General: Patients with large residual urine volume and/or severely diminished urinary flow should be carefully monitored for obstructive uropathy.
Effects on PSA and Prostate Cancer Detection: No clinical benefit has yet been demonstrated in patients with prostate cancer treated with PROSCAR. Patients with BPH and elevated prostate-specific antigen (PSA) were monitored in controlled clinical studies with serial PSAs and prostate biopsies. In these BPH studies, PROSCAR did not appear to alter the rate of prostate cancer detection and the overall incidence of prostate cancer was not significantly different in patients treated with PROSCAR or placebo.
Digital rectal examinations as well as other evaluations for prostate cancer are recommended prior to initiating therapy with PROSCAR and periodically thereafter. PSA is also used for prostate cancer detection. Generally, a baseline PSA >10 ng/mL (Hybritech) prompts further evaluation and consideration of biopsy; for PSA levels between 4 and 10 ng/mL, further evaluation is advisable. There is considerable overlap in PSA levels among men with and without prostate cancer. Therefore, in men with BPH, PSA values within the normal reference range do not rule out prostate cancer, regardless of treatment with PROSCAR. A baseline PSA <4 ng/mL does not exclude prostate cancer.
PROSCAR causes a decrease in serum PSA concentrations by approximately 50% in patients with BPH, even in the presence of prostate cancer. This decrease in serum PSA levels in patients with BPH treated with PROSCAR should be considered when evaluating PSA data and does not rule out concomitant prostate cancer. This decrease is predictable over the entire range of PSA values, although it may vary in individual patients. Analysis of PSA data from over 3000 patients in the 4-year, double-blind, placebo-controlled PROSCAR Long-Term Efficacy and Safety Study (PLESS) confirmed that in typical patients treated with PROSCAR for six months or more, PSA values should be doubled for comparison with normal ranges in untreated men. This adjustment preserves the sensitivity and specificity of the PSA assay and maintains its ability to detect prostate cancer.
Any sustained increase in PSA levels of patients treated with finasteride should be carefully evaluated, including consideration of non-compliance to therapy with PROSCAR.
Percent free PSA (free to total PSA ratio) is not significantly decreased by PROSCAR. The ratio of free to total PSA remains constant even under the influence of PROSCAR. When percent free PSA is used as an aid in the detection of prostate cancer, no adjustment to its value is necessary.
Drug/Laboratory Test Interactions: Effect on Levels of PSA: Serum PSA concentration is correlated with patient age and prostatic volume, and prostatic volume is correlated with patient age. When PSA laboratory determinations are evaluated, consideration should be given to the fact that PSA levels decrease in patients treated with PROSCAR. In most patients, a rapid decrease in PSA is seen within the first months of therapy, after which time PSA levels stabilize to a new baseline. The post treatment baseline approximates half of the pre-treatment value. Therefore, in typical patients treated with PROSCAR for six months or more, PSA values should be doubled for comparison to normal ranges in untreated men. For clinical interpretation, see EFFECTS ON PSA AND PROSTATE CANCER DETECTION as previously mentioned.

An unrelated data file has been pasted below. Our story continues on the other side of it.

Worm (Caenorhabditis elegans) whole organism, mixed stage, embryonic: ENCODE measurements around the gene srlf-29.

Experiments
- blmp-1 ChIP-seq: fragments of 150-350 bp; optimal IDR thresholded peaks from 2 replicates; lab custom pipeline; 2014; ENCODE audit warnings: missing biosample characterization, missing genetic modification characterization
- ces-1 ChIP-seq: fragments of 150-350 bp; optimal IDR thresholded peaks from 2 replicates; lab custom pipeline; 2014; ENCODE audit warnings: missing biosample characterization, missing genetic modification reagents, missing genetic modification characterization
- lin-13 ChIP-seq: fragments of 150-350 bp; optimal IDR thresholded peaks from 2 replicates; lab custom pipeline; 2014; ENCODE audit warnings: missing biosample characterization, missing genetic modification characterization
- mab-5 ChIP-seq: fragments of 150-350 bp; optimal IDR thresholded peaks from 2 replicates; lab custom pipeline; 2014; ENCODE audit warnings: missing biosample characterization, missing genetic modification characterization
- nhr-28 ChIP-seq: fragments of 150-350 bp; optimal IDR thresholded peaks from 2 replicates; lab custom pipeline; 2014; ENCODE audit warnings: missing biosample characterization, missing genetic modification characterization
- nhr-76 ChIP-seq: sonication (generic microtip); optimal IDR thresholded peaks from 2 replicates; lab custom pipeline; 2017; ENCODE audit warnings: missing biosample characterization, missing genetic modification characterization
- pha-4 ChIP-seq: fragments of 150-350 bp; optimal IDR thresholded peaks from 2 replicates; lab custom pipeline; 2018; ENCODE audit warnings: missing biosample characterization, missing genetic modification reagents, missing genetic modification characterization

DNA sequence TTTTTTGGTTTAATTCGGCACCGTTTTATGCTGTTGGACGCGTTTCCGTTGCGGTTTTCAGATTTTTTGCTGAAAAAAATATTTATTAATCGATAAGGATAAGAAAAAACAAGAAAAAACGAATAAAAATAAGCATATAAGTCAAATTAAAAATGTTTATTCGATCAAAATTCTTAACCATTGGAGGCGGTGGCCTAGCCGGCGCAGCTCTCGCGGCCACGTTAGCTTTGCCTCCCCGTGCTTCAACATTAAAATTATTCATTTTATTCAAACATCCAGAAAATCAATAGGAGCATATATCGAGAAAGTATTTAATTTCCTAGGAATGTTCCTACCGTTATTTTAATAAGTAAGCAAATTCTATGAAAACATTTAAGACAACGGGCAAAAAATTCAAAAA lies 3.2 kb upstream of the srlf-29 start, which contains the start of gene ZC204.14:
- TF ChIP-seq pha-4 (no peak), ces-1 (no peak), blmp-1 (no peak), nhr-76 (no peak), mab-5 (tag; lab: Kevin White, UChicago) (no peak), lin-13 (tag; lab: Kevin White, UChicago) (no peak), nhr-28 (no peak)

Exposure to Finasteride - Risk to Male Fetus: Women should not handle crushed or broken tablets of PROSCAR when they are or may potentially be pregnant because of the possibility of absorption of finasteride and the subsequent potential risk to a male fetus (see USE IN PREGNANCY). PROSCAR tablets are coated and will prevent contact with the active ingredient during normal handling, provided that the tablets have not been broken or crushed.
Special Precaution: Urethral stricture, infection, cancer, hypotonic bladder and other neurogenic disorders should be excluded before treatment with finasteride is started.
Caution is advised in treating patients with hepatic dysfunction since the drug is extensively metabolised in the liver.
Breast cancer in men: Breast cancer has been reported in men taking finasteride 5 mg during clinical trials and in the post-marketing period. Physicians should instruct their patients to promptly report any changes in their breast tissue such as lumps, pain, gynaecomastia or nipple discharge.
Use in Pregnancy: PROSCAR is contraindicated for use in women when they are or may potentially be pregnant (see CONTRAINDICATIONS).
Because of the ability of Type II 5α-reductase inhibitors to inhibit conversion of testosterone to dihydrotestosterone, these drugs, including finasteride, may cause abnormalities of the external genitalia of a male fetus when administered to a pregnant woman.
Use in Lactation: PROSCAR is not indicated for use in women.
It is not known whether finasteride is excreted in human milk.
Use in Children: PROSCAR is not indicated for use in children.
Safety and effectiveness in children have not been established.